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Does higher ed know what to do about AI?

Professors are split on using AI. Some love it, some hate it. What should Miami's policy be?
Professors are split on using AI. Some love it, some hate it. What should Miami's policy be?

Six months ago, the release of GPT-4 changed the way students engage with artificial intelligence. For the first time, a student could give an essay prompt to a computer and have a 500-word essay in seconds, without needing to pay a dime.

The widespread accessibility of AI writing tools, combined with a lack of research as to what ethical use of these tools looks like, has created panic among some members of the Miami University community and has intrigued others.

I know professors who believe tools like GPT-4 will virtually doom academia and destroy the art of writing. I also know professors who believe students can learn from AI writing tools and are cautiously open to navigating using AI in their classrooms.

Both perspectives have developed valid arguments, but the lack of consensus among faculty about the value and ethics of AI has led to vague messaging from Miami on how AI can and should be used in the classroom.

As we navigate our first semester with generative AI tools widely available, Miami has briefly revised its academic integrity policy to include “possessing, referring to, or any unauthorized use of” AI tools during an assignment or paper as a possible instance of cheating or academic dishonesty.

This tiny revision prompts important questions. 

Do spell-check platforms and grammar-aide browser extensions like Grammarly count as AI tools? What does authorized use of AI look like in a classroom? Would merely “possessing” GPT-4 on your computer be considered cheating, even if a student wasn’t using it on an assignment?

These questions could be answered by a clearer AI academic integrity policy. 

However, students nationwide are divided on what AI academic integrity policies should look like.

According to a recent Forbes survey, 51% of surveyed students think using AI on an assignment is cheating, while 29% felt neutral and 20% think it isn’t cheating.

I’m in the awkward neutral category. If you have AI write your book report: Yeah, that’s cheating. But what if you just used GPT-4 to ask for a definition of a word, and you fact-checked it with other sources? What if you had AI proofread your usage of commas? 

There are upsides in Miami’s integrity policy. It leaves an opportunity for professors to incorporate authorized AI usage into their classrooms, as half of students Forbes surveyed do believe AI can be used ethically on tests and exams.

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The only question is: What does ethical usage actually mean?

Miami’s faculty resources offer vague answers, with tips like “get to know the tools” and “AI tools may be used in a productive, creative, and educational manner,” without any specification of what this “manner” looks like.

As a writing consultant at the Howe Writing Center, I understand the apprehension toward embracing generative AI. Many of my colleagues in the writing center world are quite unsure of how AI will change our industry.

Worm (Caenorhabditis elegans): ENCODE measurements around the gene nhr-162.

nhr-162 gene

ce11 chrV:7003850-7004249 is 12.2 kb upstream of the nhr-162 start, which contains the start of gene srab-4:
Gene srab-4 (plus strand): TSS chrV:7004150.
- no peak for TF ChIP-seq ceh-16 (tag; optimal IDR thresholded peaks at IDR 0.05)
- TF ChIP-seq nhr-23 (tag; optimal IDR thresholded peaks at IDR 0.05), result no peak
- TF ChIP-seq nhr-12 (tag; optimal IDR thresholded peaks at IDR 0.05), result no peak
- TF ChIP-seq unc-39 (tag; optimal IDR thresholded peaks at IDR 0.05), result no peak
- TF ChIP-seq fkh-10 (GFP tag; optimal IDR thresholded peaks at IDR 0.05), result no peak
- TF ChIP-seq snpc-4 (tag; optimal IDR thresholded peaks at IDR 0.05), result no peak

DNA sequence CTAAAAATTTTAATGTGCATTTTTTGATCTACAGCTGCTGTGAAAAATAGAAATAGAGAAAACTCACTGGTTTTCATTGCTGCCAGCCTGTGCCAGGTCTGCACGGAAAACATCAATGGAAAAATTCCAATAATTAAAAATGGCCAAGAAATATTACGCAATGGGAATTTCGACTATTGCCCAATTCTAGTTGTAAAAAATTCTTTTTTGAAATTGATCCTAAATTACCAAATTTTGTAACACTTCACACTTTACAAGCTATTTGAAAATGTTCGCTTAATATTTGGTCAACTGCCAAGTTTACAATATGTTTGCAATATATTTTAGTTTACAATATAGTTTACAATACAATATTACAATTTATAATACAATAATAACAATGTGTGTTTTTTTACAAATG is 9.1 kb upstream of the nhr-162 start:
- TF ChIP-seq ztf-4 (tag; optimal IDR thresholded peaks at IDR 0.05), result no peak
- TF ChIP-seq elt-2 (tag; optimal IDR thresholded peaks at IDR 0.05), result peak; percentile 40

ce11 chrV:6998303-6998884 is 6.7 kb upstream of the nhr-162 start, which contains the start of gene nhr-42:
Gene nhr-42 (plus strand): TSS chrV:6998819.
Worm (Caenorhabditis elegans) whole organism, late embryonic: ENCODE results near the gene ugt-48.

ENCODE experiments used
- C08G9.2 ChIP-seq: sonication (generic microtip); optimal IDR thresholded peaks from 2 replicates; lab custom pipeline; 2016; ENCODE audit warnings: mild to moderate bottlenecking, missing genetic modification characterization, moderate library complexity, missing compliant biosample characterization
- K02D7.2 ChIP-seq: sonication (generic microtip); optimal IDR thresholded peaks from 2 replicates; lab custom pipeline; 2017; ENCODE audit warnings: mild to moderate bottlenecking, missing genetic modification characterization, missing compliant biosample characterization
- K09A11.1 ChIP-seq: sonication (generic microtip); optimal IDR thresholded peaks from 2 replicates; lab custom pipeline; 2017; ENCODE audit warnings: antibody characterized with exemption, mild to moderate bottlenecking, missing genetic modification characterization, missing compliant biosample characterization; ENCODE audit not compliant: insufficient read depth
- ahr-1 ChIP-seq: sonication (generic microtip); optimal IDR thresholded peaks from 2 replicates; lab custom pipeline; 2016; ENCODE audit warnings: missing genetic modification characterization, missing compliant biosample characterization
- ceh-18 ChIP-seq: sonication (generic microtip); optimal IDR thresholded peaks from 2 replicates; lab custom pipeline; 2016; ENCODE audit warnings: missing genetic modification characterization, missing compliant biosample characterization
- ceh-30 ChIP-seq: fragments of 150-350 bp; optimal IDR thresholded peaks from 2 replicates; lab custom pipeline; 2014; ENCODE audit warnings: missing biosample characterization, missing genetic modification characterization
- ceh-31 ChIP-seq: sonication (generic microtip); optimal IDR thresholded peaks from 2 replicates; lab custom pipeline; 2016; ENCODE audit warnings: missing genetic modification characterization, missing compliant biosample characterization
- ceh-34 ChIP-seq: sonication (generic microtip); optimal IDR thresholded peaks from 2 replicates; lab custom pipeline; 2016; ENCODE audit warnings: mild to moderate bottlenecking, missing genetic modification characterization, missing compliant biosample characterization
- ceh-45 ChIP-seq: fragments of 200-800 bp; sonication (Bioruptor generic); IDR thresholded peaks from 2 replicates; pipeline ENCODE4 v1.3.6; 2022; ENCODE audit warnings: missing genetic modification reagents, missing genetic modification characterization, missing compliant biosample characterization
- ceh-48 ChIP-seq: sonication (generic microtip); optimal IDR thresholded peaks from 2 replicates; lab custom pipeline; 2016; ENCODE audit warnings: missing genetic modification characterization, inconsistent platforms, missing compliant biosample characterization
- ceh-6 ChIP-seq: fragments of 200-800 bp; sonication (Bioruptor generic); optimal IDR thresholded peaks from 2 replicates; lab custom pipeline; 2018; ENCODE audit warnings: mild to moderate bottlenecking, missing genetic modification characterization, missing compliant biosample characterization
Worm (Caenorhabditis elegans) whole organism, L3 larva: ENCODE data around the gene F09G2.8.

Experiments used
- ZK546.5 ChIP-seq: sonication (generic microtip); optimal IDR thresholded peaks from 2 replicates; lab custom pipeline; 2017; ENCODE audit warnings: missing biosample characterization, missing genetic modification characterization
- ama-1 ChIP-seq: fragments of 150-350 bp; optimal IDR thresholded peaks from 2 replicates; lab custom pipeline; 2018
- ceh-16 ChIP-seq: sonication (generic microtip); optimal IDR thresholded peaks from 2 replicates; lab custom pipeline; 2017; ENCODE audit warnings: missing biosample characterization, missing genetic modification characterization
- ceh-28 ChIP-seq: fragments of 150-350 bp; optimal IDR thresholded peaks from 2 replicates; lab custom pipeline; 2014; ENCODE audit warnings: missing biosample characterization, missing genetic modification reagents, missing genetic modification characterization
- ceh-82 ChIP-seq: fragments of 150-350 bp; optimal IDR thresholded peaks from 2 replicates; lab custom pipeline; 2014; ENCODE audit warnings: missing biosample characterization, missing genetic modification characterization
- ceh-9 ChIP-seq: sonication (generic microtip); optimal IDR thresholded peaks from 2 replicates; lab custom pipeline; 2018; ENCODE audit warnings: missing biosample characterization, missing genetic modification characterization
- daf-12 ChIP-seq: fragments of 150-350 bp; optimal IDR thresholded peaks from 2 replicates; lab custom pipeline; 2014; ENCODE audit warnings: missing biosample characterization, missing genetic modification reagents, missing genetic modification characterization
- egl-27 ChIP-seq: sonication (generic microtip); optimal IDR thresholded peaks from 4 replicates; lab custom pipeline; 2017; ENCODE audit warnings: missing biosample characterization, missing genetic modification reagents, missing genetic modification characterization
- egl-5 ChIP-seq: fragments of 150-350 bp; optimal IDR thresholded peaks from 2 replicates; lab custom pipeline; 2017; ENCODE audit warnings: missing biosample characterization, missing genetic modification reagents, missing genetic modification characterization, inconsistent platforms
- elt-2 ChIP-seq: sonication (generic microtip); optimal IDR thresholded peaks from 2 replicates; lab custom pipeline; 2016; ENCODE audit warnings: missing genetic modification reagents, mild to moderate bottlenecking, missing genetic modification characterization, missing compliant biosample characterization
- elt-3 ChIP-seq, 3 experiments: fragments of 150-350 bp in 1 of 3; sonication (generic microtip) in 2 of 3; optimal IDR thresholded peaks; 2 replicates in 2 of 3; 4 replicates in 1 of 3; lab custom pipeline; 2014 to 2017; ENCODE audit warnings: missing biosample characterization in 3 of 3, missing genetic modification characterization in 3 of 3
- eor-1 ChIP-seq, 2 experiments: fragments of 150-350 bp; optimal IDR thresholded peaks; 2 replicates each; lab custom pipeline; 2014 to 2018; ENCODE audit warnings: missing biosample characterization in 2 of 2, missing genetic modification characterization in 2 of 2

I do not want to see the art of writing transformed into a transactional, thoughtless act.

At the same time, the graphing calculator didn’t kill mathematics. It’s not like every piece of writing we do in our modern age is designed to be art — sometimes writing really is cursory (see: the citation page of every paper I’ve written).

Rather than leaving professors with limited resources on how to incorporate ethical AI usage into classrooms, universities should embrace this unique opportunity to lead the way in teaching students to skillfully and ethically navigate our AI age. 

AI writing tools can help creative writers brainstorm place names or plot twists. It can help language learners have more conversations in their target language and programmers locate bugs in their code. 

Of course, because this technology is very new, AI writing tools need to be approached with critical thinking. AI writing tools reflect the biases of their inputs and are notorious for generating false pieces of information or responses that simply don’t answer the prompt.

The possibilities of AI writing tools, good and bad, are endless — universities just need to steer students in the right direction.

By leading the conversation and education of AI, universities can direct students toward using AI in ethical ways: using AI tools with explicit permission and transparency, fact-checking AI responses with additional sources, educating students about bias and intellectual property concerns with AI and offering actual examples of how students can use AI as a brainstorming tool.

By assisting in efforts to increase AI education and producing students that can have informed and nuanced conversations around how to effectively use AI, Miami can be a leader in creating a positive future with AI.

AI is only scary if we let it be scary. If we create a generation of students that knows how to use AI in productive, ethical ways, we can create a future where AI makes life easier — and not the dystopian robots versus humans hellscape we often fear.

Meredith Perkins is a junior from Independence, Kentucky, studying diplomacy and global politics and English: creative writing with minors in French and history. She is also a writing consultant at the Howe Writing Center. She has presented research on writing consulting in virtual spaces at the East Central Writing Centers Association and is currently beginning a research partnership on perceptions of AI among student writers. Her opinion columns have been featured in the Wall Street Journal, Cleveland Plain Dealer, Cincinnati Enquirer and more.